Interview with David C. Murphy – Executive Director of Greenpeace Czech Republic
PHOSPHATE-PRICE has spoken to David C. Murphy – currently an Executive Director of Greenpeace Czech Republic – who has a 20-year experience working in the non-profit sector in Central and Eastern Europe, with an expertise in civil sector development, human rights and the environment.
Greenpeace is a non-governmental environmental organization whose goal is to “ensure the ability of the Earth to nurture life in all its diversity” and focuses its campaigning on world-wide issues such as global warming, overfishing, deforestation, anti-nuclear issues, genetic engineering, and commercial whaling. It uses strategies ranging from lobbying, research to direct action to achieve its goals.
PHOSPHATE-PRICE: The crisis in Ukraine has again brought up the issue of Europe’s energy independence on Russia. The problem is, however, not new. It seems that it waxes and wanes periodically depending on the current geopolitical development in the region. Last time it was during 2009 Ukraine gas crisis when a few EU Member States did not receive their supplies due to Kiev’s “gas troubleshooting” with Russia. Do you think that this time it will be different?
MURPHY: As part of Europe’s response to this crisis, EU heads of state have asked the European Commission to present a plan to reduce dependency on Russian energy at the next European Summit in June, so it looks like this time it will be different. The question is whether different will mean better? The renewed push for energy independence also presents a risk as countries in our region may go backwards, promoting dirty, domestic energy sources like coal here in the Czech Republic and nuclear and fracking in Poland.
This is a huge moment for Europe. If our political leaders make the right choices this summer, they could not only slash dependence on Russian gas and oil, but also stake out a clear, sustainable path for the continent into the next century and show real global leadership on climate change. In short, this is a moment that demands vision, not compromise.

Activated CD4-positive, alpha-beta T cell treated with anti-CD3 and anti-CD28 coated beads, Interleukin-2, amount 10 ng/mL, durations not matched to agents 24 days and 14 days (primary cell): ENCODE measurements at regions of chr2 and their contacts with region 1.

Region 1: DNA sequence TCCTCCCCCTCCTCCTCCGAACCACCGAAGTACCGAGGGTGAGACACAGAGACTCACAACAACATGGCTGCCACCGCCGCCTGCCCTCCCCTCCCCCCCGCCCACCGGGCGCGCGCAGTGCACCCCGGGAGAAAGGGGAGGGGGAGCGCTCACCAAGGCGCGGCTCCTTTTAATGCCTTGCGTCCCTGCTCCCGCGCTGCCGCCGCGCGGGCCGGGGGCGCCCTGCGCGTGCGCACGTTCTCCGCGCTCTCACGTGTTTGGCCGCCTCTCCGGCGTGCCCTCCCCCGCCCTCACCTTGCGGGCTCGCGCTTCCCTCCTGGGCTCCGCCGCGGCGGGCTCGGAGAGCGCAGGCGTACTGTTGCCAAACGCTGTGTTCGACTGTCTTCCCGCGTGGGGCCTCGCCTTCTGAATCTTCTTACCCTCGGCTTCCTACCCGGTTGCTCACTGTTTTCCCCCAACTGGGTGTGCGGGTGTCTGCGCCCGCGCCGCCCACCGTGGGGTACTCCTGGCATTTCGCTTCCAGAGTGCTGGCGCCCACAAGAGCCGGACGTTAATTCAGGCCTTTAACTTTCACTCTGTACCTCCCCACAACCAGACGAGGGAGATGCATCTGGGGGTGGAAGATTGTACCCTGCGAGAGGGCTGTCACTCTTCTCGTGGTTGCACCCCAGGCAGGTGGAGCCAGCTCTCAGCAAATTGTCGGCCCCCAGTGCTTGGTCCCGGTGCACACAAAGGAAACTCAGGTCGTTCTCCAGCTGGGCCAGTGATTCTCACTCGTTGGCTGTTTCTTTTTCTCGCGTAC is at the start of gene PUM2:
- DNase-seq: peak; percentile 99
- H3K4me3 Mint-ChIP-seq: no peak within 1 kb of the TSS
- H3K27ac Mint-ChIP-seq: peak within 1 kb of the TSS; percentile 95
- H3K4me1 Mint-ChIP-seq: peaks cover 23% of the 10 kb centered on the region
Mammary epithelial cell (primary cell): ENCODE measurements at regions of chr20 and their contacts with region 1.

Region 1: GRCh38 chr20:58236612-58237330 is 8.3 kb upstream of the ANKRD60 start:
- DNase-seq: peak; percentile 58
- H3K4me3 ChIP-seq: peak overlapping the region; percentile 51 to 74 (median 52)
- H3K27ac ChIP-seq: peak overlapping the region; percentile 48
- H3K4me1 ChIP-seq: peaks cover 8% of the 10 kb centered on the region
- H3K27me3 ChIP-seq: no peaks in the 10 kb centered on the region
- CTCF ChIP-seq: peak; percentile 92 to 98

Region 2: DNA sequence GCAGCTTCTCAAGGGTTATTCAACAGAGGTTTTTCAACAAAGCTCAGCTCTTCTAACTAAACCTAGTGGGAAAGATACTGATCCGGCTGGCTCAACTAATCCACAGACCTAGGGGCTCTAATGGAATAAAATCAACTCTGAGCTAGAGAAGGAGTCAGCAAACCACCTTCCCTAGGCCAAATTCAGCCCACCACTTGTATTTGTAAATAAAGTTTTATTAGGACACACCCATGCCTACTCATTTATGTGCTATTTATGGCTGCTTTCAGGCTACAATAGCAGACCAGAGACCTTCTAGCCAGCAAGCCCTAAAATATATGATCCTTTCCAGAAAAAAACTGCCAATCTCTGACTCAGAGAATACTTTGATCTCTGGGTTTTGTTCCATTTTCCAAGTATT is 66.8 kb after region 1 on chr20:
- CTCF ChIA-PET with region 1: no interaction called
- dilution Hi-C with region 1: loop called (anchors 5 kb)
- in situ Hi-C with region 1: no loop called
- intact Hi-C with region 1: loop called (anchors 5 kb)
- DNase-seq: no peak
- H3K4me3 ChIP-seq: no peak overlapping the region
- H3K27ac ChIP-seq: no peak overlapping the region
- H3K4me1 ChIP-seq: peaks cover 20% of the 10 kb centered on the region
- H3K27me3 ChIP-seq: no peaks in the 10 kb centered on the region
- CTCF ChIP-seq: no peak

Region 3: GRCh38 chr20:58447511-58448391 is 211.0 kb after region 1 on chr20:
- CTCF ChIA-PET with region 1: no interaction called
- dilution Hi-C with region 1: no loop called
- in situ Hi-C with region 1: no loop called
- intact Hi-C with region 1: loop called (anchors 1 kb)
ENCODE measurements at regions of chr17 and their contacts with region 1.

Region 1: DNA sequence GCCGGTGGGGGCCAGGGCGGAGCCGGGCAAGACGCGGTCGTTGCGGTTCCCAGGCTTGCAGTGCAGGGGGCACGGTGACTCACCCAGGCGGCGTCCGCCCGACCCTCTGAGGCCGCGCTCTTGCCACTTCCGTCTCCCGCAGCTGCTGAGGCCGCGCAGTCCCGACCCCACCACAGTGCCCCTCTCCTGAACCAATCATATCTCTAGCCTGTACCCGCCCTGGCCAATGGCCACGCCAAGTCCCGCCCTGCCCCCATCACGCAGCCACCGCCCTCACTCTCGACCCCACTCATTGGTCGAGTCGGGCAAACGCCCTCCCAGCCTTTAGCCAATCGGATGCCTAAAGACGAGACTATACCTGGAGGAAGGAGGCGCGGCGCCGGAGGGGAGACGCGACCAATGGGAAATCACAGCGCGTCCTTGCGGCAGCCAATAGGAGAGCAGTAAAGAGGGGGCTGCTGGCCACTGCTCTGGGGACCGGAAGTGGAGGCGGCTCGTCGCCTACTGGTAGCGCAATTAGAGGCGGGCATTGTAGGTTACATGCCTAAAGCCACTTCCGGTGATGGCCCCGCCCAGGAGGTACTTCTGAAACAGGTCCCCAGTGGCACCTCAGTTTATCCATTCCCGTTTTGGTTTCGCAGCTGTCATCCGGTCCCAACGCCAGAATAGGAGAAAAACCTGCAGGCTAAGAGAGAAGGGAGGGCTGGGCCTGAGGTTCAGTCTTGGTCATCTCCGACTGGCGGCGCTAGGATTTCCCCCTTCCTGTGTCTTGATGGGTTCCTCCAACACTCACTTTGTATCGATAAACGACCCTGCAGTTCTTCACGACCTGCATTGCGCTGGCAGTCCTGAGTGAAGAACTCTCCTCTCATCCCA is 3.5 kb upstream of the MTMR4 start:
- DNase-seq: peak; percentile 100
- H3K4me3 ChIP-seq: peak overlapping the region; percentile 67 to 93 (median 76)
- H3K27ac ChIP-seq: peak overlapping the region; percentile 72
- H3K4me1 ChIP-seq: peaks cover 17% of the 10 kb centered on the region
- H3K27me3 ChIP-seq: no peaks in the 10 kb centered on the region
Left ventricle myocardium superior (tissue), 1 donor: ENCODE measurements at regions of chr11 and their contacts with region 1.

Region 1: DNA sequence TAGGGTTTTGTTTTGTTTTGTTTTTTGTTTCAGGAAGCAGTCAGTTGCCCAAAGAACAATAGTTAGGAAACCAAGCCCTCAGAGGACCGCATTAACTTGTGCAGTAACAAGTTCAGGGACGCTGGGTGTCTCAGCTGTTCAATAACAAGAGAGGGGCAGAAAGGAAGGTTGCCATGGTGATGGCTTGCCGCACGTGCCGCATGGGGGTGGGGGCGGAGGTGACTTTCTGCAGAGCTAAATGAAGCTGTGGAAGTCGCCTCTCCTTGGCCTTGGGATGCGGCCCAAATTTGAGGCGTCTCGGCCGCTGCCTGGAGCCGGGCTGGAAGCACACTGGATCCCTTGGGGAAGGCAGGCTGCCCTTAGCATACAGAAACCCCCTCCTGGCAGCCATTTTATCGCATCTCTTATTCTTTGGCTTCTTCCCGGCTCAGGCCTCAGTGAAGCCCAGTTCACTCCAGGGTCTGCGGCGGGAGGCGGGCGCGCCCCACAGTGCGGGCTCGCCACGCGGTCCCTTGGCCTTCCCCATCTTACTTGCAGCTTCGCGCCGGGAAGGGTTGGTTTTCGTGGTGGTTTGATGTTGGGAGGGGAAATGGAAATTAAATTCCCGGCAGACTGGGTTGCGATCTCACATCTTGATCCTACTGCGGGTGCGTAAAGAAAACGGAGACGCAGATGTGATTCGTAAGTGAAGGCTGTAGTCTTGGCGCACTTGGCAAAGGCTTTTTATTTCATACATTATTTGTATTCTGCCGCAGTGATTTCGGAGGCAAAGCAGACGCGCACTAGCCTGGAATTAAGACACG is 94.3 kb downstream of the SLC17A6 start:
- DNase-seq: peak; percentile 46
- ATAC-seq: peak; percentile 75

PHOSPHATE-PRICE: The discourse on the problem of energy dependence does not include only the very question of decreasing the amount of natural gas bought from Russia, but it also likely encompasses other issues such as strengthening the position of green energy and renewable sources. Is it a good time now for organizations like Greenpeace to raise awareness on such issues?
MURPHY: We are constantly pushing for green energy and renewable sources, but also for robust energy savings and increased energy efficiency. The larger issue is energy dependency. Currently, Europe spends over €500bn on energy imports with the largest slice going to Russia. Simply finding new sources of fossil fuels and nuclear technology that may ease the problem in the short term, but eventual leads us to climate catastrophe, is clearly not the answer; not for us and certainly not for our children. We are saying clearly that it’s not enough to change the dealer; Europe needs to break its dependence on fossil fuels. This is a great opportunity not only for organizations like Greenpeace, but for all European citizens to speak up and demand sustainable, clean energy solutions.
PHOSPHATE-PRICE: What is, in your opinion, the most dangerous possible side effect, from the perspective of environmental and energy considerations, that could emerge from the Ukrainian conflict and the EU-Ukraine-Russia energy talks?
MURPHY: There is a paradox in what is happening in Eastern Europe. The more the conflict escalates, the clearer it becomes that the EU needs a radical shift in its energy policy. At the same time, any economic downturn or threats to the still fledgling economic recovery in the region caused by further escalation will have severely negative impacts on the civic sector and potentially even on small investors in renewable energy. The dirty energy industry is seizing the current energy debate to further its windfall profits and intensify its monopoly. This would be easier to achieve in a panicky environment in which NGO watch dog organizations could be starved of funding or organizations like Greenpeace offering alternative solutions are squeezed out of the debate by the furiously lobbying of Europe’s utilities to keep us hooked on fossil fuels and nuclear. A central part of our vision for a greener, more sustainable future is deeply rooted in empowering people and expanding democratic space in society and if these were suppressed, this would be the most dangerous possible side effect.